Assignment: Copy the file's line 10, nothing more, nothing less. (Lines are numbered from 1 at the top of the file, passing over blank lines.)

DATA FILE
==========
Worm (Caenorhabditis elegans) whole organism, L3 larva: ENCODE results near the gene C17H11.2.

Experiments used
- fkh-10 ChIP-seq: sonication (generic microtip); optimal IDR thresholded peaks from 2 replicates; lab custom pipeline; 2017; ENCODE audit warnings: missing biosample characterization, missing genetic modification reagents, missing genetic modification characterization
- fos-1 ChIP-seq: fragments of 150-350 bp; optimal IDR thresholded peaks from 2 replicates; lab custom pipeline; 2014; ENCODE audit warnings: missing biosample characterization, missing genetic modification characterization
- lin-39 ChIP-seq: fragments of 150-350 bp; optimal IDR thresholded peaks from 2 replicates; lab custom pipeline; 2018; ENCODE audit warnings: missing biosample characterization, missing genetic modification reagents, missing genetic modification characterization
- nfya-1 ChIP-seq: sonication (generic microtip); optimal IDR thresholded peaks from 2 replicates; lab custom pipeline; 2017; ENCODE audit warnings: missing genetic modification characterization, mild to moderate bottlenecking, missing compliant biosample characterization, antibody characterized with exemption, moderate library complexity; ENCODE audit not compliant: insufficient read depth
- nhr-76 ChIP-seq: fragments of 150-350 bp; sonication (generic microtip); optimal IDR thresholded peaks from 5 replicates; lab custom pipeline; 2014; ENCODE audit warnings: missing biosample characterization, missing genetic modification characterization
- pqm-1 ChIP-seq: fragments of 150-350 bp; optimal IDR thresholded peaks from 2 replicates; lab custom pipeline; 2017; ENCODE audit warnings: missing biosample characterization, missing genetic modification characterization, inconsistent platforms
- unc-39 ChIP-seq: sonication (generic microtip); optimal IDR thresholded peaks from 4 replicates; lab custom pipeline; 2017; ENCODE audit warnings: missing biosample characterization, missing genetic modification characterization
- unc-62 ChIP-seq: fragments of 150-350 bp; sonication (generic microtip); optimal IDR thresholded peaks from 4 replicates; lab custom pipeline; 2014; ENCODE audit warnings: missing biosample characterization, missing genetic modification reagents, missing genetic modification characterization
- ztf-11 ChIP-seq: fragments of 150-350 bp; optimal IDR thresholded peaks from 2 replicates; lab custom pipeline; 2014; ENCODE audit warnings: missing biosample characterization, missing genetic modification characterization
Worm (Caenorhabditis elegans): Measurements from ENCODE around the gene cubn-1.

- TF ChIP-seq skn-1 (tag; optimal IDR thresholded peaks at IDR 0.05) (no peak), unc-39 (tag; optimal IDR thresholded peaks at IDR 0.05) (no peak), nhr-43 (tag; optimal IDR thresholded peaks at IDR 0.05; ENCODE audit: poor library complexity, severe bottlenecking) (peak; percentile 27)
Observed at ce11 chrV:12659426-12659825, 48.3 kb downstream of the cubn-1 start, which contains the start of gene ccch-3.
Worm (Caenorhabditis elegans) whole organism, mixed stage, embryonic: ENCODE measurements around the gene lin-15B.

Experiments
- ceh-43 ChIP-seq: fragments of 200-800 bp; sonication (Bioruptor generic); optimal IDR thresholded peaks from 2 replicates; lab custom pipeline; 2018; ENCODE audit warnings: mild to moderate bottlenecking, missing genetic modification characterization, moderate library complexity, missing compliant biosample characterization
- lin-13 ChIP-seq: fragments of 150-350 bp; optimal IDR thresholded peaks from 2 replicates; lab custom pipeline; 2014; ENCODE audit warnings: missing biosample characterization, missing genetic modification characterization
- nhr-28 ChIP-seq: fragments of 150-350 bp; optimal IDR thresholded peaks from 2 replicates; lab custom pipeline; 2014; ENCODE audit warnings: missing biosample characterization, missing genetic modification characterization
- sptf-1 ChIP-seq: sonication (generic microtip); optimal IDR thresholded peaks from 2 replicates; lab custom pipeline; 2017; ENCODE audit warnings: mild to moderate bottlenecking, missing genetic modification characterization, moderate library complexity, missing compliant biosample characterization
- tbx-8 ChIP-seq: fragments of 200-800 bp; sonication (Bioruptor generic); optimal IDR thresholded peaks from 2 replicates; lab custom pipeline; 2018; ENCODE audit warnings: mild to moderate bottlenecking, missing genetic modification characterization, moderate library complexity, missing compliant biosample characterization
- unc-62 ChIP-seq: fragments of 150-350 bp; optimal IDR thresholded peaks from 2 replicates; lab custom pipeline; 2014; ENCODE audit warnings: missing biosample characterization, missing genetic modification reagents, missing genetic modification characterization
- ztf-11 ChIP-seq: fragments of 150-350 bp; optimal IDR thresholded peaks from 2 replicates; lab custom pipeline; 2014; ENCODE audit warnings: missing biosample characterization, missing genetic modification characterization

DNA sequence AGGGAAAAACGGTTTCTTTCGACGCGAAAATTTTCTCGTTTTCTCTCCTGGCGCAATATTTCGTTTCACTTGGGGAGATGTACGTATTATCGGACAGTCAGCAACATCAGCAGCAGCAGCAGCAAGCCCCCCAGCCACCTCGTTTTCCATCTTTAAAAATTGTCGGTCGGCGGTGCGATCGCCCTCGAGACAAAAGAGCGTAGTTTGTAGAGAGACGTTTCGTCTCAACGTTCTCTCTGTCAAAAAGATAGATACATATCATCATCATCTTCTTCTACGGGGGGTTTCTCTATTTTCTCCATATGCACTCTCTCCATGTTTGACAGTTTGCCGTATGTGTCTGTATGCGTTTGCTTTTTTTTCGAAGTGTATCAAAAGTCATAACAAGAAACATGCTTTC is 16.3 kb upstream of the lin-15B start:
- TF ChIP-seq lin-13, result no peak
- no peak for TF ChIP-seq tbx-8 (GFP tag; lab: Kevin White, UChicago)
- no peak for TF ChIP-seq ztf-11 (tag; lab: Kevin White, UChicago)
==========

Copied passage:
- unc-62 ChIP-seq: fragments of 150-350 bp; sonication (generic microtip); optimal IDR thresholded peaks from 4 replicates; lab custom pipeline; 2014; ENCODE audit warnings: missing biosample characterization, missing genetic modification reagents, missing genetic modification characterization